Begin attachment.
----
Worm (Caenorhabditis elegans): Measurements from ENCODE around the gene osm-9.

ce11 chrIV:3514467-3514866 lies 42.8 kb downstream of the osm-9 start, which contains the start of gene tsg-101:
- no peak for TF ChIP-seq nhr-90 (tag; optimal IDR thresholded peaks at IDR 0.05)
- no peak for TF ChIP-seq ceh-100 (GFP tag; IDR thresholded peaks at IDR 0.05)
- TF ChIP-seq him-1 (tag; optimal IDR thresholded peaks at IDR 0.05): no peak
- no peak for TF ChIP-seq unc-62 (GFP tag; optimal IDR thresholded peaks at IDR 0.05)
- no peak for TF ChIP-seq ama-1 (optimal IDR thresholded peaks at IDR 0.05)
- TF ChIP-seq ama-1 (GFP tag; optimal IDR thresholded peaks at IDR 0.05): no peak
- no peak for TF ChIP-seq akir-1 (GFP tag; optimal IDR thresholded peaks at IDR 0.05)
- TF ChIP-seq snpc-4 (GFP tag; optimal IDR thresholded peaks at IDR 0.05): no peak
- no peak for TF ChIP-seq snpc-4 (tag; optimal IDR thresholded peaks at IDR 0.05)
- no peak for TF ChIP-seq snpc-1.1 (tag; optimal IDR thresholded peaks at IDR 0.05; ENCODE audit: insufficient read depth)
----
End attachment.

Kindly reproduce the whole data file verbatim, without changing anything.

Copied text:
Worm (Caenorhabditis elegans): Measurements from ENCODE around the gene osm-9.

ce11 chrIV:3514467-3514866 lies 42.8 kb downstream of the osm-9 start, which contains the start of gene tsg-101:
- no peak for TF ChIP-seq nhr-90 (tag; optimal IDR thresholded peaks at IDR 0.05)
- no peak for TF ChIP-seq ceh-100 (GFP tag; IDR thresholded peaks at IDR 0.05)
- TF ChIP-seq him-1 (tag; optimal IDR thresholded peaks at IDR 0.05): no peak
- no peak for TF ChIP-seq unc-62 (GFP tag; optimal IDR thresholded peaks at IDR 0.05)
- no peak for TF ChIP-seq ama-1 (optimal IDR thresholded peaks at IDR 0.05)
- TF ChIP-seq ama-1 (GFP tag; optimal IDR thresholded peaks at IDR 0.05): no peak
- no peak for TF ChIP-seq akir-1 (GFP tag; optimal IDR thresholded peaks at IDR 0.05)
- TF ChIP-seq snpc-4 (GFP tag; optimal IDR thresholded peaks at IDR 0.05): no peak
- no peak for TF ChIP-seq snpc-4 (tag; optimal IDR thresholded peaks at IDR 0.05)
- no peak for TF ChIP-seq snpc-1.1 (tag; optimal IDR thresholded peaks at IDR 0.05; ENCODE audit: insufficient read depth)